$237 million in BEST projects make the cut | EdNewsColorado

$237 million in BEST projects make the cut | EdNewsColorado

$237 million in BEST projects make the cut

Nine school renovation and construction projects totaling $237.7 million were recommended Wednesday by the state School Capital Construction Assistance Board.
The decisions came after two and a half days of difficult meetings during which the board wrestled with competing priorities, the unavoidable fact that most applications wouldn’t get funded and with some public confusion about how the board makes its decisions.
The State Board of Education has the final say on grants from the Build Excellent Schools Today program. The board is expected to consider the recommendations at its August meeting.
The construction board’s recommendations were the second major round of grants since passage of the BEST

Secretary Arne Duncan Kicks Off Let’s Read. Let’s Move. – ED.gov Blog

Secretary Arne Duncan Kicks Off Let’s Read. Let’s Move. – ED.gov Blog


The case of the early test scores and resulting confusion | GothamSchools

The case of the early test scores and resulting confusion | GothamSchools

The case of the early test scores and resulting confusion

When the New York Post ran a story last week praising a Harlem charter school network’s test scores, a few principals wondered why their own schools’ scores hadn’t arrived.
State and city officials were also puzzled. City students sat for the science and social studies exams only weeks ago and the state won’t release the results for months, so how did Harlem Village Academies have their scores?
Harlem Village Academies Chief of Staff Matt Scott explained that because the network grades its own tests and the state publishes scoring guides online, it was able to figure out how its students fared in advance of the state’s official release. According to the network, all of its eighth grade students passed the state’s science and social studies exams this year.
“We do not release test scores for Science or Social Studies until the school report cards for 2009/2010,” said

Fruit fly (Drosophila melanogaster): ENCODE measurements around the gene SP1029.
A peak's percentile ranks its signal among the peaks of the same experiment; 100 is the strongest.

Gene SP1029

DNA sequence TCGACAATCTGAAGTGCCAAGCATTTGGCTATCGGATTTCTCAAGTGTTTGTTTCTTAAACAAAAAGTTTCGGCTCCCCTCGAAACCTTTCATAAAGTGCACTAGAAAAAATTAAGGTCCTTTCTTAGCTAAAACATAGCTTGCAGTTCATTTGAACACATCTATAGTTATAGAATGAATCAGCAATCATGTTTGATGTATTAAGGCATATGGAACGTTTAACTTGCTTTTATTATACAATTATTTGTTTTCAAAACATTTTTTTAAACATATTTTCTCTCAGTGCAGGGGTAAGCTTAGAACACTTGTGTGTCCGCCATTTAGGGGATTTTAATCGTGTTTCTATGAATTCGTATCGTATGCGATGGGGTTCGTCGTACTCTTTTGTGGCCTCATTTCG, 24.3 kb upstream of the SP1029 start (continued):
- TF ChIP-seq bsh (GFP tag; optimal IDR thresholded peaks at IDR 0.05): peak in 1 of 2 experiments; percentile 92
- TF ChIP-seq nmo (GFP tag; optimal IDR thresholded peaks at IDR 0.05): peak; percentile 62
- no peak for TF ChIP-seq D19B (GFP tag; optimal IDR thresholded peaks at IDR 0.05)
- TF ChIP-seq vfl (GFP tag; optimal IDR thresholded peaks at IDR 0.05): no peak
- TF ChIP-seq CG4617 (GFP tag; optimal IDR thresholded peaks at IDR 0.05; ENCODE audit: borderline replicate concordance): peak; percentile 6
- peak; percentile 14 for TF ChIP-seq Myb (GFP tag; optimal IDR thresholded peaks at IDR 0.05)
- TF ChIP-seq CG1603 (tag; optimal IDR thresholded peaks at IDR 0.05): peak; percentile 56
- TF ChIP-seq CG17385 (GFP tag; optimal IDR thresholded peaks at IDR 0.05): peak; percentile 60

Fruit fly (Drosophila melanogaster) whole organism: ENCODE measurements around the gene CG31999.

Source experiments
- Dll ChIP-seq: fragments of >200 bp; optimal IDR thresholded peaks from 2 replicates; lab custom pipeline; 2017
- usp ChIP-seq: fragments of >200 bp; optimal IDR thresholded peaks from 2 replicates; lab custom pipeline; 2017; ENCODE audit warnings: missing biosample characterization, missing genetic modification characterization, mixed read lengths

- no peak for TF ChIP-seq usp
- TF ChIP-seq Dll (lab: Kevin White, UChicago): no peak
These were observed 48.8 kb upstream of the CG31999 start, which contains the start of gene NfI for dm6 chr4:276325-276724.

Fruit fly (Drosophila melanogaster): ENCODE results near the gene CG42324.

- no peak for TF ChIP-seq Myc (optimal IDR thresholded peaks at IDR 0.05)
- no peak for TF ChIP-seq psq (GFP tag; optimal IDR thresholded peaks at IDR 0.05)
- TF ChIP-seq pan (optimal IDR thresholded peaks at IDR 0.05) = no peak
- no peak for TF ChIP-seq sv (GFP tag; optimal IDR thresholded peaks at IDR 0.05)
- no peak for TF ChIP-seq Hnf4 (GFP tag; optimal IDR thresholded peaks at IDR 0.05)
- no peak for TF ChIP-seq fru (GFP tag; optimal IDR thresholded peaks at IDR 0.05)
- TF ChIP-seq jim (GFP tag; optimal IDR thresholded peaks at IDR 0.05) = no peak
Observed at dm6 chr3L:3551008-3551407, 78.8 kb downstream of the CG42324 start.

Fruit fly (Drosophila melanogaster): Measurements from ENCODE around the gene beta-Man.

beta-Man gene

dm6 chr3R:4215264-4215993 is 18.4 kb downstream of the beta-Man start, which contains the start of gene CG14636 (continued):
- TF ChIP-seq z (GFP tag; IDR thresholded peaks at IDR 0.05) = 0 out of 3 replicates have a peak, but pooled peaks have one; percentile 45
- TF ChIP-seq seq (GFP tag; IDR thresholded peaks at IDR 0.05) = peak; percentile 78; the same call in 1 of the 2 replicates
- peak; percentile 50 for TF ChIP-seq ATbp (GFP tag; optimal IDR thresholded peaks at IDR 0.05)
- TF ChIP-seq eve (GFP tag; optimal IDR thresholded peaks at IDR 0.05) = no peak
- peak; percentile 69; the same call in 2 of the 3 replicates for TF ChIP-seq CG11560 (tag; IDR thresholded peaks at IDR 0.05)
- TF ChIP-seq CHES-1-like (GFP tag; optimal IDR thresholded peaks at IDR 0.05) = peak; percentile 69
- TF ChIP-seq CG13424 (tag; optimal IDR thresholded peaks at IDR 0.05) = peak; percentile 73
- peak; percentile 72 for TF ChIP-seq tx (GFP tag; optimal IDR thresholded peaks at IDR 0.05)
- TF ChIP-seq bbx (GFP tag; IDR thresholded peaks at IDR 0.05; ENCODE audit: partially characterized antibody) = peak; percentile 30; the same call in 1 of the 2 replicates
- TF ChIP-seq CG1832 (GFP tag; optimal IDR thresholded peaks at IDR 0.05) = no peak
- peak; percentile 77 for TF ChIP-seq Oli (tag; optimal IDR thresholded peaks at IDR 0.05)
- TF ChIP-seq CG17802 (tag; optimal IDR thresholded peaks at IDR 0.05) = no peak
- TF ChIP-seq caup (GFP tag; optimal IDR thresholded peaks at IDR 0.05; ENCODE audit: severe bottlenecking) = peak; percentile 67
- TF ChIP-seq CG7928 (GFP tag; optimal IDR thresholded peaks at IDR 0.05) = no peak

This Week In Education: Thompson: The New Segregation

This Week In Education: Thompson: The New Segregation

Does Having Kids Make You Less Happy? | The Atlantic Wire

Does Having Kids Make You Less Happy? | The Atlantic Wire

Does Having Kids Make You Less Happy?


Does Having Kids Make You Less Happy?las - initially/FlickrTwo Saturdays ago, libertarian economist Bryan Caplanmade the case for having kids--the "selfish" case, that is. This comes despite recent surveys showing that having children tends to decrease one's overall happiness. Caplan's argument is relatively simple.

The "happiness gap" between the parents and the childless is actually pretty small, and most of it occurs with the first child. "Beyond that, additional children are almost a happiness free lunch." Meanwhile, he points to a competing study showing that parents, in fact, asked if they would do things differently, overwhelmingly do not regret having children: 91 percent were happy with their choices. Meanwhile, among the childless, only 24 percent said they'd choose again to remain childless.

In addition, Caplan posits that parental happiness does not have to go down as much as it does: though parents feel under a lot of pressure to be perfect parents, it turns out that "parents have a lot more room to safely maneuver than they realize, because the long-run effects of parenting on children's outcomes are much smaller than they look." Nature is more of a force than nurture. Finally, there's a big reward at the end: grand kids. Is he right?
  • This Is a Bizarre Argument for a Libertarian "Who knew that lazy permissiveness would become a calling card of libertarian parenting ideology?" writes Salon's Andrew Leonard. He also points out that, in general, the whole have-more-kids- idea "is a problematic thesis for a libertarian economist to push. People are freely choosing not to have as many kids as previous

Education Research Report: Rushing Too Fast to Online Learning?

Education Research Report: Rushing Too Fast to Online Learning?

Rushing Too Fast to Online Learning?

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Study looks at outcomes of Internet versus face-to-face instruction

A combination of fiscal constraints and improvements in technology has led to an increased reliance on online classes of all types -- many of which use Internet versions of traditional, live lectures. Now a new study released by the National Bureau of Economic Research (NBER) raises questions about that fast-growing trend in higher education.

"Online instruction may be more economical to deliver than live instruction, but there is no free lunch," said David Figlio, Orrington Lunt Professor of Education and Social Policy at Northwestern University and primary author of